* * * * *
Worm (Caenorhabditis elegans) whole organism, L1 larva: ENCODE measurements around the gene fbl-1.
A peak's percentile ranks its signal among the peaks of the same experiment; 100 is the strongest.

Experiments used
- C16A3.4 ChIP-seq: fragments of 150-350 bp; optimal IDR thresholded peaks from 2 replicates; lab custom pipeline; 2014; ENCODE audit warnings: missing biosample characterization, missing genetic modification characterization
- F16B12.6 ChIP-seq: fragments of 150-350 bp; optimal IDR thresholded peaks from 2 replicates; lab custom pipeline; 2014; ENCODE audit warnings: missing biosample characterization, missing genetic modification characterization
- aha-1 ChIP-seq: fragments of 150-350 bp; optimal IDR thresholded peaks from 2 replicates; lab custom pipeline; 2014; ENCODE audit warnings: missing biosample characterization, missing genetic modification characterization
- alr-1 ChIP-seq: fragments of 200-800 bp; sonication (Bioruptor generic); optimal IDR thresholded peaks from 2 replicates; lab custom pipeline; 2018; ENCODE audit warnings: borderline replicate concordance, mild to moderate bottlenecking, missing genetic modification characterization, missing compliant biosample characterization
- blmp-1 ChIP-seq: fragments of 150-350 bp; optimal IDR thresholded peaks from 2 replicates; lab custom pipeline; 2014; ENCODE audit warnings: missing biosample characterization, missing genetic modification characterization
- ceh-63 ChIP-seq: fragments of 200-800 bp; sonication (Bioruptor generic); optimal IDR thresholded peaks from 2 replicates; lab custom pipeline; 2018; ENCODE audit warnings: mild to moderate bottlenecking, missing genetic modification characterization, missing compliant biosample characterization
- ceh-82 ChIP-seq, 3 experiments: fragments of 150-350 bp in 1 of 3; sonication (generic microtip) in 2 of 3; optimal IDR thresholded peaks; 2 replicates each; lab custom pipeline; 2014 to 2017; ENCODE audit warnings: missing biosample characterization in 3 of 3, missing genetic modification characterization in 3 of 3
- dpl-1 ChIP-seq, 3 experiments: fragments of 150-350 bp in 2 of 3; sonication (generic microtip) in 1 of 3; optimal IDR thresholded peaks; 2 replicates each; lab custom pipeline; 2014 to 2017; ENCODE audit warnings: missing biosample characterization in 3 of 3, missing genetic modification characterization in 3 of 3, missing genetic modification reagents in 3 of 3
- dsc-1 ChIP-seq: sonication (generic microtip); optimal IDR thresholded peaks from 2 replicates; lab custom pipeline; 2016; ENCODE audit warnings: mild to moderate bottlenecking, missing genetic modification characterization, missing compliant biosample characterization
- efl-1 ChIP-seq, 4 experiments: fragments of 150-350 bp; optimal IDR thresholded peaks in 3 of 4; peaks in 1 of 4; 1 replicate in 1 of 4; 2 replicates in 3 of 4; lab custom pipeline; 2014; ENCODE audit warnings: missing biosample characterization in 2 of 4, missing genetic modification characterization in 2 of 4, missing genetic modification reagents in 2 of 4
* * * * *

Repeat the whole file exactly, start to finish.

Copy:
Worm (Caenorhabditis elegans) whole organism, L1 larva: ENCODE measurements around the gene fbl-1.
A peak's percentile ranks its signal among the peaks of the same experiment; 100 is the strongest.

Experiments used
- C16A3.4 ChIP-seq: fragments of 150-350 bp; optimal IDR thresholded peaks from 2 replicates; lab custom pipeline; 2014; ENCODE audit warnings: missing biosample characterization, missing genetic modification characterization
- F16B12.6 ChIP-seq: fragments of 150-350 bp; optimal IDR thresholded peaks from 2 replicates; lab custom pipeline; 2014; ENCODE audit warnings: missing biosample characterization, missing genetic modification characterization
- aha-1 ChIP-seq: fragments of 150-350 bp; optimal IDR thresholded peaks from 2 replicates; lab custom pipeline; 2014; ENCODE audit warnings: missing biosample characterization, missing genetic modification characterization
- alr-1 ChIP-seq: fragments of 200-800 bp; sonication (Bioruptor generic); optimal IDR thresholded peaks from 2 replicates; lab custom pipeline; 2018; ENCODE audit warnings: borderline replicate concordance, mild to moderate bottlenecking, missing genetic modification characterization, missing compliant biosample characterization
- blmp-1 ChIP-seq: fragments of 150-350 bp; optimal IDR thresholded peaks from 2 replicates; lab custom pipeline; 2014; ENCODE audit warnings: missing biosample characterization, missing genetic modification characterization
- ceh-63 ChIP-seq: fragments of 200-800 bp; sonication (Bioruptor generic); optimal IDR thresholded peaks from 2 replicates; lab custom pipeline; 2018; ENCODE audit warnings: mild to moderate bottlenecking, missing genetic modification characterization, missing compliant biosample characterization
- ceh-82 ChIP-seq, 3 experiments: fragments of 150-350 bp in 1 of 3; sonication (generic microtip) in 2 of 3; optimal IDR thresholded peaks; 2 replicates each; lab custom pipeline; 2014 to 2017; ENCODE audit warnings: missing biosample characterization in 3 of 3, missing genetic modification characterization in 3 of 3
- dpl-1 ChIP-seq, 3 experiments: fragments of 150-350 bp in 2 of 3; sonication (generic microtip) in 1 of 3; optimal IDR thresholded peaks; 2 replicates each; lab custom pipeline; 2014 to 2017; ENCODE audit warnings: missing biosample characterization in 3 of 3, missing genetic modification characterization in 3 of 3, missing genetic modification reagents in 3 of 3
- dsc-1 ChIP-seq: sonication (generic microtip); optimal IDR thresholded peaks from 2 replicates; lab custom pipeline; 2016; ENCODE audit warnings: mild to moderate bottlenecking, missing genetic modification characterization, missing compliant biosample characterization
- efl-1 ChIP-seq, 4 experiments: fragments of 150-350 bp; optimal IDR thresholded peaks in 3 of 4; peaks in 1 of 4; 1 replicate in 1 of 4; 2 replicates in 3 of 4; lab custom pipeline; 2014; ENCODE audit warnings: missing biosample characterization in 2 of 4, missing genetic modification characterization in 2 of 4, missing genetic modification reagents in 2 of 4